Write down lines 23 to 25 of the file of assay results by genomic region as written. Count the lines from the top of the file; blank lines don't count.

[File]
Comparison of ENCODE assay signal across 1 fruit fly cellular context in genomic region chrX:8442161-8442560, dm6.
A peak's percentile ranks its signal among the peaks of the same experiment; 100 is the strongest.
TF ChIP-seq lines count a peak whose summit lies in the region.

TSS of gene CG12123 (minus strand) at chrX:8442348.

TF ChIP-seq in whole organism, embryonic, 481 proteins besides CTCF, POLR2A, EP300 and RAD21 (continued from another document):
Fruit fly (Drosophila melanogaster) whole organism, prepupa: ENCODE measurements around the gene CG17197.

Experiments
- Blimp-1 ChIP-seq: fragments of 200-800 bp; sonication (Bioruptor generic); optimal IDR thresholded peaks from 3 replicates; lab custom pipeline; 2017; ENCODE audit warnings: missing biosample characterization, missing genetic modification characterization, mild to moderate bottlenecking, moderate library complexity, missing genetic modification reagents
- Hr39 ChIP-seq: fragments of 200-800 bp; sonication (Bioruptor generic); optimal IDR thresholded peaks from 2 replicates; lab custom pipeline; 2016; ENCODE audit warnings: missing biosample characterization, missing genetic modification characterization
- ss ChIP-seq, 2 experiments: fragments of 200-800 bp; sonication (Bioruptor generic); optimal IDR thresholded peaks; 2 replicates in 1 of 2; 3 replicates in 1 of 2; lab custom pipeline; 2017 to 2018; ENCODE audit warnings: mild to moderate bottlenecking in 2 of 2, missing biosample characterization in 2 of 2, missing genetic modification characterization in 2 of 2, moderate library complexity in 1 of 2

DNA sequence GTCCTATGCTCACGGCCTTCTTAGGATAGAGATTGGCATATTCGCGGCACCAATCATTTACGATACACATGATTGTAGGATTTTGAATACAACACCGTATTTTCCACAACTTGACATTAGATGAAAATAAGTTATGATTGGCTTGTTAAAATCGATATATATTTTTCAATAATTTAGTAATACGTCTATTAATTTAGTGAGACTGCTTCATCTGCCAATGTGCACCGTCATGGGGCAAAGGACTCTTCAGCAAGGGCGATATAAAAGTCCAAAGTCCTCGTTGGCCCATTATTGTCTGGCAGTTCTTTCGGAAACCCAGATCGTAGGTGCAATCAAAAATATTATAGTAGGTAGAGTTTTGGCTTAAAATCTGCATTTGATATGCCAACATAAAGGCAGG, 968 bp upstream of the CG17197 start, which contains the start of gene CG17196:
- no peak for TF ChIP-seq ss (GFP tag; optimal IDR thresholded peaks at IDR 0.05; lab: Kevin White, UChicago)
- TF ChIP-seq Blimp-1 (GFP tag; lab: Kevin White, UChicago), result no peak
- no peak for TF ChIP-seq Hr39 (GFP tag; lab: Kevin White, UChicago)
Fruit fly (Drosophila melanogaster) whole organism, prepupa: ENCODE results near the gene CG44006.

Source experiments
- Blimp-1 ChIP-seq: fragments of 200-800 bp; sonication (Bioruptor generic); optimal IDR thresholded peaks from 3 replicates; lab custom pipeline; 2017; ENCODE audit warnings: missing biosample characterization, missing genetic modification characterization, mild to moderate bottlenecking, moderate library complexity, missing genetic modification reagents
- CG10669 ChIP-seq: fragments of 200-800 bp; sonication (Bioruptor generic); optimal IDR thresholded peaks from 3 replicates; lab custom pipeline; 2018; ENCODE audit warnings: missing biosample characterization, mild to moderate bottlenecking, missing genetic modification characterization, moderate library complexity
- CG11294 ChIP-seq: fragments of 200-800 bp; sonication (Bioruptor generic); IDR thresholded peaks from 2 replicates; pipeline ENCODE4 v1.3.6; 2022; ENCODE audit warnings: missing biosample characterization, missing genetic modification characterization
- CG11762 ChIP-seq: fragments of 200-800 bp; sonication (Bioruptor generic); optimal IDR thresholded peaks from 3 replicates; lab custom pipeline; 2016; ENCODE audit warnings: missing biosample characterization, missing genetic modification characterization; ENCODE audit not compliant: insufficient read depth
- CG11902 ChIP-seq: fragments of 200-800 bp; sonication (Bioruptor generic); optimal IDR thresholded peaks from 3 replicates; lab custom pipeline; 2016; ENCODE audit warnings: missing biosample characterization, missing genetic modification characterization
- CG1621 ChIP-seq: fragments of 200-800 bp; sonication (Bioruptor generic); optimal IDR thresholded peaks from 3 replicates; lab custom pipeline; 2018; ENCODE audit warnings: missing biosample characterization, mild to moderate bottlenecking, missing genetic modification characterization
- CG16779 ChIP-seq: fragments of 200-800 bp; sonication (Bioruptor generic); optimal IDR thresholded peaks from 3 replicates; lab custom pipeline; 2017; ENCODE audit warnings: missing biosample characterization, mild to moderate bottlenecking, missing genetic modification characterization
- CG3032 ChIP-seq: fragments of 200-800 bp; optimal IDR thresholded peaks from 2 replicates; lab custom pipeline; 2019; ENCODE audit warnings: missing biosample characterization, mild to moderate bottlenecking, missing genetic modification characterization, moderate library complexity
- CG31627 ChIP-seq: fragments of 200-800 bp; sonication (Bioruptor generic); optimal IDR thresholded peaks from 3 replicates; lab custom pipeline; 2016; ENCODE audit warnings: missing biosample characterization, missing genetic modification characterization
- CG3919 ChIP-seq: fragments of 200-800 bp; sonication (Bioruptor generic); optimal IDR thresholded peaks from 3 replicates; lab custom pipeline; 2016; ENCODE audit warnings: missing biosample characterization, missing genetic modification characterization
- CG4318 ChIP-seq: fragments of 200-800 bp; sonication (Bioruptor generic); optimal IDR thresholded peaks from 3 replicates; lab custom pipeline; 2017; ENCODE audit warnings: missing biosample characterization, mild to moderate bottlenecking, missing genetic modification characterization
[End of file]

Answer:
- CG16779 ChIP-seq: fragments of 200-800 bp; sonication (Bioruptor generic); optimal IDR thresholded peaks from 3 replicates; lab custom pipeline; 2017; ENCODE audit warnings: missing biosample characterization, mild to moderate bottlenecking, missing genetic modification characterization
- CG3032 ChIP-seq: fragments of 200-800 bp; optimal IDR thresholded peaks from 2 replicates; lab custom pipeline; 2019; ENCODE audit warnings: missing biosample characterization, mild to moderate bottlenecking, missing genetic modification characterization, moderate library complexity
- CG31627 ChIP-seq: fragments of 200-800 bp; sonication (Bioruptor generic); optimal IDR thresholded peaks from 3 replicates; lab custom pipeline; 2016; ENCODE audit warnings: missing biosample characterization, missing genetic modification characterization